5. FASCINATING report Sarah !
    Ireland is the PARADIGM of Christian Jew hatred…the Irish hate the Jews right out of their most unholy scriptures, out of the so called New Testament.
    These isolated retards have sucked up that poison since generations, like Hitlers Catholic ancestors in rural Austria.

    So if ANYONE on this forum has any sound arguments against my thesis…PLEASE let me know…

    • Please Mr Rettenmoser, less of the stereotyping. I certainly, am not a ‘retard’ which in itself is an insulting term, and I most certainly do not hate Jewish people. As an Irish resident and citizen we have for generations been subject to this stereotyping and hatred. I think you’ll find a little less of the sweeping statement will both calm and further the debate.

      • Mr O’Brien, what are you doing to help counteract the overt antisemitism and hatred of Israel in Ireland? Are you involved in any education programme?

    • Yikes, oy. Maybe your Austrian surname should have been a warning..? Rare enough to see such rabid prejudices on display. If you were to consult memoirs, histories, biographies on, by and about Jews in Ireland, and you’d learn that you are exactly wrong. It’d hardly matter to you though I suspect, with that degree of self-hatred – transferred – and such frenzied delusions.

    • You should educate yourself before making your opinion public, just as those school children and the people who encouraged them should do, if your opinions are based on all relevant fact, that is one thing but they have zero credibility when they are not. “the Irish hate the jews” is this based on one article of ignorant school children?

    • The overwhelming majority of Irish people do not hate the Jews. Most people are too concerned with their every day lives to be preoccupied with the Middle East. The current Minister for Justice is Alan Shatter- a Jew. He is a TD (MP) for Dublin South. Ben Briscoe -a Jew-was a TD(MP) for 38 years. In 1977 Gerald Goldberg -a Jew- was elected as Lord Mayor of Cork which is the Republic’s second largest city. Now please remember that there are only 2000 Jews resident in the Republic out of a population of 4.6 million.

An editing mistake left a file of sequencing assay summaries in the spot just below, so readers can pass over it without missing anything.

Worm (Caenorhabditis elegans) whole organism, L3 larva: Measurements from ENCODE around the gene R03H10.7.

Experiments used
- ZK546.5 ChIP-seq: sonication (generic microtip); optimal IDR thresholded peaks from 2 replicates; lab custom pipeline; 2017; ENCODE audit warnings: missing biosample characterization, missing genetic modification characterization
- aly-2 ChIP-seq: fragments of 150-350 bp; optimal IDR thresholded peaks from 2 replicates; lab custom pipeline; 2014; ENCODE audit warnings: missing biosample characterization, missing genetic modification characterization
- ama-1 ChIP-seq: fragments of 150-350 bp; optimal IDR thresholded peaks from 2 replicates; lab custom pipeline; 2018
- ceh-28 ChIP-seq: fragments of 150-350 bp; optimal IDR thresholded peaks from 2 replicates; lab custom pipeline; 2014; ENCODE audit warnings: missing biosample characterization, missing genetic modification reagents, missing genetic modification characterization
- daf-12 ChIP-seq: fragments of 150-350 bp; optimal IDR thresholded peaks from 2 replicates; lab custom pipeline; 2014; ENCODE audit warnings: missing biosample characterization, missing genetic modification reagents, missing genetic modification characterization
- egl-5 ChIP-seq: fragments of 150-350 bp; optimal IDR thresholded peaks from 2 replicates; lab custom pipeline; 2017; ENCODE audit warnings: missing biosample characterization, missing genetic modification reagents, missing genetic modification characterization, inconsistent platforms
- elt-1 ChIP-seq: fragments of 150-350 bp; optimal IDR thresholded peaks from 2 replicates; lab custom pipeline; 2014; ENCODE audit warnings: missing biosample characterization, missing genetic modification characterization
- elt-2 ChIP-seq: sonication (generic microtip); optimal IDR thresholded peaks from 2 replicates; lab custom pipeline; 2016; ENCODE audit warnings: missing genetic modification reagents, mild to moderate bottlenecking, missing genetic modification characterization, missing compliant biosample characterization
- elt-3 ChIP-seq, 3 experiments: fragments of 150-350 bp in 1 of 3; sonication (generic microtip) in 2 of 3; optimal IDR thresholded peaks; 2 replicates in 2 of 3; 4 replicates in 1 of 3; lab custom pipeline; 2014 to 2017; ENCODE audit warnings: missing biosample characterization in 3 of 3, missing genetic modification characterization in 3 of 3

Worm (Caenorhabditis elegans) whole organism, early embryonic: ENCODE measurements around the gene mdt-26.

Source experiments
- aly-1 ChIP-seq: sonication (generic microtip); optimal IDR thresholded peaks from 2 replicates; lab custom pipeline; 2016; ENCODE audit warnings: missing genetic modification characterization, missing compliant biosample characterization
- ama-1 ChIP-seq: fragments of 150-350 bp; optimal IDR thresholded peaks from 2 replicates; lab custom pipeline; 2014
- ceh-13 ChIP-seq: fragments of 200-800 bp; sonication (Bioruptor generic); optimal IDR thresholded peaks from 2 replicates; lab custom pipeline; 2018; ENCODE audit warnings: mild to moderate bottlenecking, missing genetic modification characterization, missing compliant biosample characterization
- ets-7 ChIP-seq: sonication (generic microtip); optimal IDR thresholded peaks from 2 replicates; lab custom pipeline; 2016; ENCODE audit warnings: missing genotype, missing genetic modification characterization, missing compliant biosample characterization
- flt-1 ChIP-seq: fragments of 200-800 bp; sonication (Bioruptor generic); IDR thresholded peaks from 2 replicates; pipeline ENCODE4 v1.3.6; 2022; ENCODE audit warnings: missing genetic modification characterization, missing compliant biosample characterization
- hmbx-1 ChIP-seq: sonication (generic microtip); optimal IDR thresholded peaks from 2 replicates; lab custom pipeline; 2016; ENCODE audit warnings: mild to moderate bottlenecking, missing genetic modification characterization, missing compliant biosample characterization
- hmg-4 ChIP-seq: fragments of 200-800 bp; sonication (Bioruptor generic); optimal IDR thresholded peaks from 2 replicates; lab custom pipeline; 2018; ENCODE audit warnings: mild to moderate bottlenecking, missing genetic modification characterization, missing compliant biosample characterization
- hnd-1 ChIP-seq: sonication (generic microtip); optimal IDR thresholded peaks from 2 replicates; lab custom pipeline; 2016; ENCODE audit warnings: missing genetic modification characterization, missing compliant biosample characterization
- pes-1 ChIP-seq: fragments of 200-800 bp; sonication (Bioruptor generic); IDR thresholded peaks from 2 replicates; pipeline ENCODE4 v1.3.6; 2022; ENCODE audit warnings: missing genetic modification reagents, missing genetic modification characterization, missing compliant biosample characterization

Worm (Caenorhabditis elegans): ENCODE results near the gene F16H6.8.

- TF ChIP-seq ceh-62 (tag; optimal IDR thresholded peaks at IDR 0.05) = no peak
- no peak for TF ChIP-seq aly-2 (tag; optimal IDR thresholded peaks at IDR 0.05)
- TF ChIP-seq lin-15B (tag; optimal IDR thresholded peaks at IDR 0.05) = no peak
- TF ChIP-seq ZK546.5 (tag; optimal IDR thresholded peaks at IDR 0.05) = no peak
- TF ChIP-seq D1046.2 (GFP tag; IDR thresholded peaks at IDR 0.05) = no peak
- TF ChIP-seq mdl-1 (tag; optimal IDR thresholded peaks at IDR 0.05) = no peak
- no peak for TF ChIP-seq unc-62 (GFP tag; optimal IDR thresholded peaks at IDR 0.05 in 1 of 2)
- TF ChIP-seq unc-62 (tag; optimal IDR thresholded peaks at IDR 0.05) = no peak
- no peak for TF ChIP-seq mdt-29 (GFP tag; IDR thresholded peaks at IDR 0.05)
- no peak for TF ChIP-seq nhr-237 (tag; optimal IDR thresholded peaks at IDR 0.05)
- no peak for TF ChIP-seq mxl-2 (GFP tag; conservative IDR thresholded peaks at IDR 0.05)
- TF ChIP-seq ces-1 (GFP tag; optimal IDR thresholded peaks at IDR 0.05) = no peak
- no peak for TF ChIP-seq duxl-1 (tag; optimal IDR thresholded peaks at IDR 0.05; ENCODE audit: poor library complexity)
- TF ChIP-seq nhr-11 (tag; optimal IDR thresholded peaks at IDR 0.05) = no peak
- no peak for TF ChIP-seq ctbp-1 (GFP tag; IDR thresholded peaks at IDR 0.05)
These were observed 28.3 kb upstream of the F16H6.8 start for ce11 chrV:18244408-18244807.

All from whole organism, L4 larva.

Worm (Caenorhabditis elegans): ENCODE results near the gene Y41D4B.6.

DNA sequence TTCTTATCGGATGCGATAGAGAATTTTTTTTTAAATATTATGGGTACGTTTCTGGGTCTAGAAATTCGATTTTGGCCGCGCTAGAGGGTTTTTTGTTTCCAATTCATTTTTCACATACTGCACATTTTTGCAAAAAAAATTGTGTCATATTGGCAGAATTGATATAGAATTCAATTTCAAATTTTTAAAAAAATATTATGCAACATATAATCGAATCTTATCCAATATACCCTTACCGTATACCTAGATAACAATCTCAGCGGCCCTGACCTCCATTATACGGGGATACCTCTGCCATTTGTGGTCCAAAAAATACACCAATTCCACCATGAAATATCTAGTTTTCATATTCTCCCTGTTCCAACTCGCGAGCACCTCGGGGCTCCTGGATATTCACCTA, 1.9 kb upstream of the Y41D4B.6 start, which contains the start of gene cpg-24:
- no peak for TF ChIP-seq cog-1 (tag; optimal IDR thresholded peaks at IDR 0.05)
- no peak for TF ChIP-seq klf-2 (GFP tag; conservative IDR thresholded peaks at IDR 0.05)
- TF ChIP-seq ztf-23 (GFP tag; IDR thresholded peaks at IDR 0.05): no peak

• Your THESIS seems to be full of racial hatred and bigotry. Using terms such as “isolated retards” to describe a whole nation sounds like something that would come from the mouth of a Neo Nazi.

      I am Irish, I am an atheist and I am a third year student studying for a BSc in Applied Archaeology. Do I fit your description of an isolated retard?

      Christianity, Judaism, Islam…all without exception are patriarchal and misogynistic. Really not much difference between any of them. Speaking as both an atheist and an archaeologist I personally think that archaic religions should be left where they belong… in the museum.

  6. “Been there, heard that. It’s nothing new.” – Indeed. There was a universal hatred of Czechoslovakia among the “enlightened” European states in the run-up to WWII for her unwillingness to commit suicide as demanded by Hitler.

  7. The Irish really have no understanding or passion for the Arabs, like the Nazis they only cosy up to them out of their entrenched Jew hatred…
    Irish Antisemitism was already established some centuries ago, when these isolated farmers lived under the undisputed rule of the Christian religion.
    This is the root cause of their love for todays enemies of the Jewish people, the fancied antagonists of their God.
    Sounds old fashioned ?…Maybe, but the poison lives on…

    • The Christian religion,in many denominations, are lead and have been lead by priests who unfortunately, have no knowledge of how to read the Scriptures, if indeed they read it themselves at all, and up until recently have never encouraged their congregations to study the Scriptures for themselves. However, there is a HUGE amount of Christians…numbers growing daily, running into the billions now all over the world, that are studying the Bible and understanding that God has an everlasting covenant with His People and Israel which He will never break. They understand that Jesus was a Jew, He came FIRST for the Jews and the mandate in the New Testament is to love and stand with, unto death, His people the Jews. These billions of Gentiles around the world love you and Israel. Watch and see. We want to be a blessing to you.